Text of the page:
The Rijkstraineeship brings me a lot of valuable experience. In university I learned how to analyse and how to do research, but I had no idea of how to deal with office politics nor did I know what kind of professional roles would suit my personality. The training I get involves giving and receiving feedback, so you can progress quickly and grow as a young professional. Through the (group) trainings you create an intense bond with the other trainees. You also learn from their shared experiences.
Within the programme you will get around four different assignments. This gave me the opportunity to practice different roles. I learned that I enjoy most to work in a team and in an environment where there is room to experiment with different methods of working. For example, I became project manager two weeks before the first lockdown and I had to figure out a plan on how to achieve our goals in these new circumstances in the best possible way.
When I applied for the programme, my goal was to practice a job interview rather than getting into the programme. The weekend before my interview I fell ill, so I had little time to prepare. Therefore, I just decided to be open during the interview and to show my thought process. Because self-reflection is such a big part of the trainee programme, this worked out positively for me.
Apart from participating in extracurricular activities during your studies, my advice for graduates that are interested in applying for the traineeship is to gain insight in your strengths and weaknesses. You can practically do this by asking friends, relatives, and colleagues for feedback. Also try to practice self-reflection, when or after encountering difficult situations. For example, when you failed at something, try to reflect on why, how you dealt with the situation and what you would do differently in the future. Being able to show that you understand yourself and that you are able to self-analyse is essential during the selection process.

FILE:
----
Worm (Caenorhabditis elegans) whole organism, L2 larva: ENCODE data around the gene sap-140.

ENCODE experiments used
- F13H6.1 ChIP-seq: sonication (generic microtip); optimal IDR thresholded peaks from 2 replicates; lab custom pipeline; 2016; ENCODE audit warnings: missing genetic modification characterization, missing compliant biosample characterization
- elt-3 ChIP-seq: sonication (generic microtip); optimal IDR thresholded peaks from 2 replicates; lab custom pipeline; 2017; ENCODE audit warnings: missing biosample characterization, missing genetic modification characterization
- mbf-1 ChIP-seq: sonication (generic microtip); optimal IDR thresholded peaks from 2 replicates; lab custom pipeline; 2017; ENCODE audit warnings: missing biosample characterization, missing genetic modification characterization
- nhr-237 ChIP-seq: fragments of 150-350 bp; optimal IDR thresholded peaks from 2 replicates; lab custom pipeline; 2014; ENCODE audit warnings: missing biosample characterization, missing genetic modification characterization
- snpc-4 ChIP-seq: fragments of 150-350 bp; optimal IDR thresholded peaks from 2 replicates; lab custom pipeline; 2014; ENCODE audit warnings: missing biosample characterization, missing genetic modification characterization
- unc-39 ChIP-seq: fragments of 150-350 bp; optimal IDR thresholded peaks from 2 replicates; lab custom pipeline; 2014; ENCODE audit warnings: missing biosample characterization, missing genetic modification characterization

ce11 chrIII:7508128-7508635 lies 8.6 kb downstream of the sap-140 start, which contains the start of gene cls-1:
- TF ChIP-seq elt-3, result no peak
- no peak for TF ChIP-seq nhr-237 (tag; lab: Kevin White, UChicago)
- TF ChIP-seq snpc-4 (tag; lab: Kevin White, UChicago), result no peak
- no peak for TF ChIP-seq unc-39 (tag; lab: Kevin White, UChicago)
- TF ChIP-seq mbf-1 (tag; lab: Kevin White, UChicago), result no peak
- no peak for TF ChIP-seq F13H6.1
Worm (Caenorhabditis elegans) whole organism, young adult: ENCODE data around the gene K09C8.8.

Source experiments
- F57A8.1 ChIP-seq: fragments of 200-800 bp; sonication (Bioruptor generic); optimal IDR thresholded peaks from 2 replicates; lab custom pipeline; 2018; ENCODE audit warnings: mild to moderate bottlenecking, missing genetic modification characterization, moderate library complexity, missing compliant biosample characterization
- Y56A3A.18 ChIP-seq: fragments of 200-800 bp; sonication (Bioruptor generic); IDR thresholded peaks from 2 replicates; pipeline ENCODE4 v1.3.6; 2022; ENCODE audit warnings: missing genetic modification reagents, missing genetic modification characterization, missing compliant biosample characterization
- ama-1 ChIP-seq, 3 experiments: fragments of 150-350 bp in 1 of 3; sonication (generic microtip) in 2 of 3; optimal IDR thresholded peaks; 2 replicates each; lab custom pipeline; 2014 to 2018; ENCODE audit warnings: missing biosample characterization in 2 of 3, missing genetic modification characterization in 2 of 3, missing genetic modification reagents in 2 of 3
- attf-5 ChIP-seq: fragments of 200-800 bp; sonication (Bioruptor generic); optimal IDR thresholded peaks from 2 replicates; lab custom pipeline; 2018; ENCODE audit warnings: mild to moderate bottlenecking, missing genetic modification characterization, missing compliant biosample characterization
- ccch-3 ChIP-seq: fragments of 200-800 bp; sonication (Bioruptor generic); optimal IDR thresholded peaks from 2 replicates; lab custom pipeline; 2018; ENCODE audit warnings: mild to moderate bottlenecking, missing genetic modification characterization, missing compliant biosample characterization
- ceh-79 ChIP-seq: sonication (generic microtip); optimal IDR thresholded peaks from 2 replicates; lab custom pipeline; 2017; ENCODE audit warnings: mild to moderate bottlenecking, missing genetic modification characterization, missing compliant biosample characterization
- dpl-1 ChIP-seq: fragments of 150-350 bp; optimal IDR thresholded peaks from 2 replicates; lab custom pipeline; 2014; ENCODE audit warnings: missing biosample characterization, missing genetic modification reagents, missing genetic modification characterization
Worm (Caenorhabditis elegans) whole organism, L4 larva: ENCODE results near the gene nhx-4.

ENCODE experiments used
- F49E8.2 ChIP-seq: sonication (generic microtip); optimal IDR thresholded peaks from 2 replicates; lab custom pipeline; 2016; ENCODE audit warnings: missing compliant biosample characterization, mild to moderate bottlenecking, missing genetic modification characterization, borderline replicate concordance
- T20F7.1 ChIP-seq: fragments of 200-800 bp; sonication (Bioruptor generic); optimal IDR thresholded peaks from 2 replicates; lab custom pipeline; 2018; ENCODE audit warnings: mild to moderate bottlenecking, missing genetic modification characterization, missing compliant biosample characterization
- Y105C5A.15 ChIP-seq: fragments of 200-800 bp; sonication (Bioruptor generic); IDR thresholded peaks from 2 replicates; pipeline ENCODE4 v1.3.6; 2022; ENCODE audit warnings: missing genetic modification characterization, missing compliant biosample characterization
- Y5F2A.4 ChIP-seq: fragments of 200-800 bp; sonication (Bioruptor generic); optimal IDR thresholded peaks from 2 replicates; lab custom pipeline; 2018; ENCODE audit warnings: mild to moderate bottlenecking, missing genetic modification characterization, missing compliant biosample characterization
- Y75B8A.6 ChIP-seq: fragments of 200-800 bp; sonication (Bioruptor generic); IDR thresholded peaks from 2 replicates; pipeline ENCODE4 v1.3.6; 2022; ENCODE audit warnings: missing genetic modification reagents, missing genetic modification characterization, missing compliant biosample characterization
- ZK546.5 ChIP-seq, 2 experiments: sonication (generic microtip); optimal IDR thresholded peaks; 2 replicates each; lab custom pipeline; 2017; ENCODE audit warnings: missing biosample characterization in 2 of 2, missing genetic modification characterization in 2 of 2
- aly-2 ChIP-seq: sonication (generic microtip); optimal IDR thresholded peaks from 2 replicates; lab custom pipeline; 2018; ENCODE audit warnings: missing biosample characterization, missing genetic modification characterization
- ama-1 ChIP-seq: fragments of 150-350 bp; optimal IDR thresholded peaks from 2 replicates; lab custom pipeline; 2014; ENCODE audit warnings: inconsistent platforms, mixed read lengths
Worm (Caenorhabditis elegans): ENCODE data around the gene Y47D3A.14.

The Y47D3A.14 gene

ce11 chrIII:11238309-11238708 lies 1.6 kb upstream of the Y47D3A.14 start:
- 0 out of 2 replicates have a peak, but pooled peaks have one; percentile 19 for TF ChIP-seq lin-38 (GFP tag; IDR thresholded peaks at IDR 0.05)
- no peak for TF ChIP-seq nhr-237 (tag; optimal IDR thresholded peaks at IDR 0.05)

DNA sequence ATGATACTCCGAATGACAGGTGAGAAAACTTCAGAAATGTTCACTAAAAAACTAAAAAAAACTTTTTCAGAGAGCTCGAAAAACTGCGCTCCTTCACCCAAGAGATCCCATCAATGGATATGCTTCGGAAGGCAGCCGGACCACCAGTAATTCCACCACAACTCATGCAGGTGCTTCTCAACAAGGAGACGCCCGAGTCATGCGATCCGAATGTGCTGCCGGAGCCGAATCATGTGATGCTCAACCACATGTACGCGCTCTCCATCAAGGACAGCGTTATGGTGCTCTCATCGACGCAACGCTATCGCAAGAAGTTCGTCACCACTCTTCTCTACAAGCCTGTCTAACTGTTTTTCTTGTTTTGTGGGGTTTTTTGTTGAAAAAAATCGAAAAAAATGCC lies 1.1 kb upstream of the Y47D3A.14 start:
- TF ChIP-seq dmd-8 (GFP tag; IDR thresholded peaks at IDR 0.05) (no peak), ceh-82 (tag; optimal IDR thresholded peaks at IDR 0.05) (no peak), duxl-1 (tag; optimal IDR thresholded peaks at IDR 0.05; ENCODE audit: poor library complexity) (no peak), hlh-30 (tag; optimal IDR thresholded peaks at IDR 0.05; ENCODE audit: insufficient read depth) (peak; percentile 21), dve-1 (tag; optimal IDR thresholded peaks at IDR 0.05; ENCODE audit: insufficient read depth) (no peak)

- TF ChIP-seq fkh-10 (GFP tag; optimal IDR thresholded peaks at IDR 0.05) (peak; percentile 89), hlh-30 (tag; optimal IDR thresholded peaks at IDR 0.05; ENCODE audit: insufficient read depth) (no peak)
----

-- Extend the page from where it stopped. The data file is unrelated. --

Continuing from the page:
What advice do you have for current students to make the most out of their studies?
My advice would be to take as many courses as you like, follow your interests, even though these extra courses might seem irrelevant to the rest of your curriculum. You never know what direction it will take you. If you have the privilege to take more time for your studies, do it. If you can pursue an internship or take on a board role: do so! Applying the knowledge you learn in university in practice will help it stick.
What advice (or lessons learned) do you have for current students which can be helpful in their careers?
At the beginning of my working life, and sometimes still, I experienced the imposter syndrome. I felt that everyone around me knew what they were doing, and I was the only one improvising when I did not know what to do. However, after some time I realised that even the most experienced colleagues are not perfect at their jobs. So, if you don’t understand something: ask! Hold on to the critical mindset you’ve acquired during your studies and always consider how the established norms, values and procedures can be improved. It’s our role as young professionals to refresh organisations, so if you encounter some resistance just remind yourself it is part of a natural process and that in some years you might be that complaining, conservative colleague ;)